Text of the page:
Republicans and Democrats sparred Tuesday over broad themes related to freedom of expression and how federal land should be policed during the first Congressional hearing on the Occupy DC movement.
At the heart of the matter, though, was whether to evict dozens of protesters who have made McPherson Square their home during the past four months.
The Oversight and Government Reform Subcommittee on Health Care, District of Columbia, Census and the National Archives hearing aimed to determine the legal status of the Occupy DC protesters at McPherson Square and establish precedent for future protests.
Panel Republicans, led by committee Chairman Darrell Issa (Calif.) and subcommittee Chairman Trey Gowdy (S.C.), charge that the Occupy DC presence at McPherson Square constitutes unlawful "camping" in a federal park and accuse the National Park Service of allowing support for the protesters' cause to cloud its implementation of the law.
"At the bottom of it all is the issue of fair and equal application of the law," Gowdy said in opening remarks. "From this vantage point, it appears there are at least two different sets of rules."
Republicans also cited reports that McPherson Square has become a health and safety hazard, with a notable rat infestation and one alarming instance of an infant being left unattended in a tent.
Democrats backed the NPS' decision to allow the protesters to stay, protected by the First Amendment right to assemble, and say officials are doing a fine job making sure McPherson Square is safe.
"Our country has become a more inclusive and enlightened nation because people spoke truth to power," said Rep. Danny Davis (Ill.), the subcommittee's top Democrat. "This subcommittee should defer to the discretion of the National Park Service and err on the side of the First Amendment."
Washington, D.C., officials were on hand to testify — including Metropolitan Police Department Chief Cathy Lanier, Deputy Mayor for Public Safety and Justice Paul Quander and Health Department Director Mohammad Akhter — but the main target was NPS Director Jonathan Jarvis.
Jarvis laid out a history of the NPS' sensitivity to protest groups that have come to the District to make their voices heard at the "seat of government." He said NPS regulations do not require a permit for the use of McPherson Square for fewer than 500 people. Officials cite a number of occupants far below that threshold.
He continued that even though NPS "regulations do not allow for camping within McPherson Square ... temporary structures, including tents, are permissible as part of a demonstration to further their symbolic message or to meet logistical needs. Constant, round-the-clock demonstration vigils have been a regular occurrence in some National Park areas."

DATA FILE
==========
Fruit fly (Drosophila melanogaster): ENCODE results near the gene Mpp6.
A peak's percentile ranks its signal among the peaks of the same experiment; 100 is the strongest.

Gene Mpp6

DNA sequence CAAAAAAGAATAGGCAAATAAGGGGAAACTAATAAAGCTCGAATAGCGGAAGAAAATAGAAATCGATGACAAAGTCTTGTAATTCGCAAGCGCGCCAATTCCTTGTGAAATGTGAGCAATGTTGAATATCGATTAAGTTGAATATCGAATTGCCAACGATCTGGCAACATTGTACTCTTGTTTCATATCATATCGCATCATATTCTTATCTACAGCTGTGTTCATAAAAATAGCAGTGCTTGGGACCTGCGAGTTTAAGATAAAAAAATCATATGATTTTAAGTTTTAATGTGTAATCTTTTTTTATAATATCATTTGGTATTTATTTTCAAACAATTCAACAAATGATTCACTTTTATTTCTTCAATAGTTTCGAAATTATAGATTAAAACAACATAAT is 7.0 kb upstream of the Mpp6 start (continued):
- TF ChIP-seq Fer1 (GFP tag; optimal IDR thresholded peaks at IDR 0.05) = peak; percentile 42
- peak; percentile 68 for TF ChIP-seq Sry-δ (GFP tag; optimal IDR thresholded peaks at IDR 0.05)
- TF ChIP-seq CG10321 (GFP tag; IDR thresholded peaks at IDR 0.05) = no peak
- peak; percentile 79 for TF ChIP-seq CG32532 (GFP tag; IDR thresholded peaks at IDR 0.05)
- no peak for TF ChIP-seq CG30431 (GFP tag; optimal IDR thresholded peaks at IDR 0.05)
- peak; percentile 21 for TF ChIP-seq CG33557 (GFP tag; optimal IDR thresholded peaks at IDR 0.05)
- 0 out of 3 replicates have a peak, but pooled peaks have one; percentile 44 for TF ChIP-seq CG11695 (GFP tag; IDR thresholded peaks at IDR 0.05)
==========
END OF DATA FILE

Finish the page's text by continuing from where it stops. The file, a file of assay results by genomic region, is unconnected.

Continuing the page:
When pushed by Gowdy to distinguish between "camping" and "protesting," Jarvis said that the former was defined as "sleeping or preparing to sleep," while the latter was characterized by a 24-hour vigil.
"Well, is there sleeping going on there?" Gowdy pressed. "Are they preparing to sleep or are they all insomniacs?"
There was, Jarvis conceded, "some camping" happening at McPherson Square and that sometime in the near future the NPS would have to issue a warning that camping will not be tolerated, under threat of arrests.
"We are about to enforce the camping regulations, but we are not evicting the occupiers under any circumstances, unless there is an emergency," he said.
Republicans weren't cheered by that news.
"You are turning a blind eye to four months of lawbreaking," Issa said.
The Oversight and Government Reform Committee has a unique jurisdiction in this case, overseeing the workings of a federal agency and District affairs simultaneously. D.C. officials do not have the authority to police McPherson Square because of its status as a federal park, but local officials have weighed in from the standpoint of public safety.
Quander, for instance, cautioned that protesters' tactics could escalate and become more aggressive. Mayor Vincent Gray recently called for Jarvis to evict protesters for a major cleanup of the area, and Akhter said as the cold weather approached, it was "only a matter of time" before outbreaks of "communicable disease, hypothermia or food-borne illness" would occur.
In a rare rebuke of local officials from her position as a nonvoting Member of Congress, Del. Eleanor Holmes Norton (D-D.C.) challenged Quander and Akhtar not to suggest that D.C. is bearing the financial brunt of the Occupy DC activities.
"You are very fortunate that we have been able to get you the funds so this does not cost the city a dime," Norton said.